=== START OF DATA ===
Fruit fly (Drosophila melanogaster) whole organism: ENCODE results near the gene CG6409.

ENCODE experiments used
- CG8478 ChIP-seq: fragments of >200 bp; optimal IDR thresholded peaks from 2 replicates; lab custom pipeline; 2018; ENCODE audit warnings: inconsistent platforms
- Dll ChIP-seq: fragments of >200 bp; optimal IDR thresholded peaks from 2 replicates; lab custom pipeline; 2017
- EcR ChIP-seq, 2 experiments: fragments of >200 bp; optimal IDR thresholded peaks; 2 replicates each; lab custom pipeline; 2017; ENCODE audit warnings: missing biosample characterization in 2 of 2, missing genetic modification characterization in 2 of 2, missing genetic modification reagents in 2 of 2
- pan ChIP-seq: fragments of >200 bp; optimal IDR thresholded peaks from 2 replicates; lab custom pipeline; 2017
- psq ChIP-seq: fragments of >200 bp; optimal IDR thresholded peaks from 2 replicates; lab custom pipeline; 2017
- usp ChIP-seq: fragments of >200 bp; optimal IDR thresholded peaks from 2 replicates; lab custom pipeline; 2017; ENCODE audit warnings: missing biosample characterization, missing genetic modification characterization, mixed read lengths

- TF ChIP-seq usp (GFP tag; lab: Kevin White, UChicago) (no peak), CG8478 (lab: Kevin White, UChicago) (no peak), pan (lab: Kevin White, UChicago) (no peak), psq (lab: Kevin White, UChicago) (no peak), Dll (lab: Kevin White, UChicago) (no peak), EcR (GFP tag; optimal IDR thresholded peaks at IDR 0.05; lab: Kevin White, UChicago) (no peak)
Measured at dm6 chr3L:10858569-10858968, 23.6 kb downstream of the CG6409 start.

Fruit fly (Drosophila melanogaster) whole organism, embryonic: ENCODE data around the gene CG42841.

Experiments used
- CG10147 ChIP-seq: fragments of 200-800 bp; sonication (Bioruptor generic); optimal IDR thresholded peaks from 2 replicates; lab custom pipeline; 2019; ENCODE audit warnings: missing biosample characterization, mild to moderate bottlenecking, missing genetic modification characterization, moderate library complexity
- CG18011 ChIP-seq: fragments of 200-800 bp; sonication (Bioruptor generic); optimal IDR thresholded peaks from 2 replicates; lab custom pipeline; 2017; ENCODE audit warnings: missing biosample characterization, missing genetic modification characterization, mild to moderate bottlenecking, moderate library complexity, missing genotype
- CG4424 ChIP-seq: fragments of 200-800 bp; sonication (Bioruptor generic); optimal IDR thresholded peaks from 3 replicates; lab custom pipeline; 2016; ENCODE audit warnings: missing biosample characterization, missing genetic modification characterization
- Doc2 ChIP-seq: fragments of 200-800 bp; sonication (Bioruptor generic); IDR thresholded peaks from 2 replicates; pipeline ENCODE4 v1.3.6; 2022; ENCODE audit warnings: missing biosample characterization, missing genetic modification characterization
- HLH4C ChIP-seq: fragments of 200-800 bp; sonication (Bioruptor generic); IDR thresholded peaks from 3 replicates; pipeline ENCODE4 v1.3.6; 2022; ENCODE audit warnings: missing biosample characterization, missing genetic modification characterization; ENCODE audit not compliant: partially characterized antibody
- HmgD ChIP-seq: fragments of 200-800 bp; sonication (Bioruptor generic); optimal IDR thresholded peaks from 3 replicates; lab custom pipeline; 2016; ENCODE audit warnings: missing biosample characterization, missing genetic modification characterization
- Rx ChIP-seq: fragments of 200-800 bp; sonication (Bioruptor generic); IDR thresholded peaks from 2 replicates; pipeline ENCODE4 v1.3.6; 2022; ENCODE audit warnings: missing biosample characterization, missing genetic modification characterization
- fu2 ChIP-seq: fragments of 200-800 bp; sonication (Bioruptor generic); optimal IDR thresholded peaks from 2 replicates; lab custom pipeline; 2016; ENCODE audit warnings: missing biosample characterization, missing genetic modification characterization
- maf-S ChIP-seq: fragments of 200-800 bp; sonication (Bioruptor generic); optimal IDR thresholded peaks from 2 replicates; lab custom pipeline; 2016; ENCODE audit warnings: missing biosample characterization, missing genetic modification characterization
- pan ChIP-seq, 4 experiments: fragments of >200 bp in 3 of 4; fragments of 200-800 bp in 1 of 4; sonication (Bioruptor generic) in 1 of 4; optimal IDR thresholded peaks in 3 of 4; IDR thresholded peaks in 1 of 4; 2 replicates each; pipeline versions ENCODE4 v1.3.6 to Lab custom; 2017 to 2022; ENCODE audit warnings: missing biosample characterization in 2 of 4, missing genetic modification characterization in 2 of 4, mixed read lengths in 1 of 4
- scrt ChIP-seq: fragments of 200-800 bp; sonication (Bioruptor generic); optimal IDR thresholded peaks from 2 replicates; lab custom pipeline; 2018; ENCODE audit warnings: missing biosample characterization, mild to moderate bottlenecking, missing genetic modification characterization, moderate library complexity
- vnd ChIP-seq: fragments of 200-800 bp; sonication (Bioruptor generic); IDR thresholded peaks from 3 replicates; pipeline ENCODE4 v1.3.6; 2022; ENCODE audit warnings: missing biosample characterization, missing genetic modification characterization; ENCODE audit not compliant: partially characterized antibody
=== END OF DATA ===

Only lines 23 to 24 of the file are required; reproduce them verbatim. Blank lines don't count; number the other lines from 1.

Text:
- scrt ChIP-seq: fragments of 200-800 bp; sonication (Bioruptor generic); optimal IDR thresholded peaks from 2 replicates; lab custom pipeline; 2018; ENCODE audit warnings: missing biosample characterization, mild to moderate bottlenecking, missing genetic modification characterization, moderate library complexity
- vnd ChIP-seq: fragments of 200-800 bp; sonication (Bioruptor generic); IDR thresholded peaks from 3 replicates; pipeline ENCODE4 v1.3.6; 2022; ENCODE audit warnings: missing biosample characterization, missing genetic modification characterization; ENCODE audit not compliant: partially characterized antibody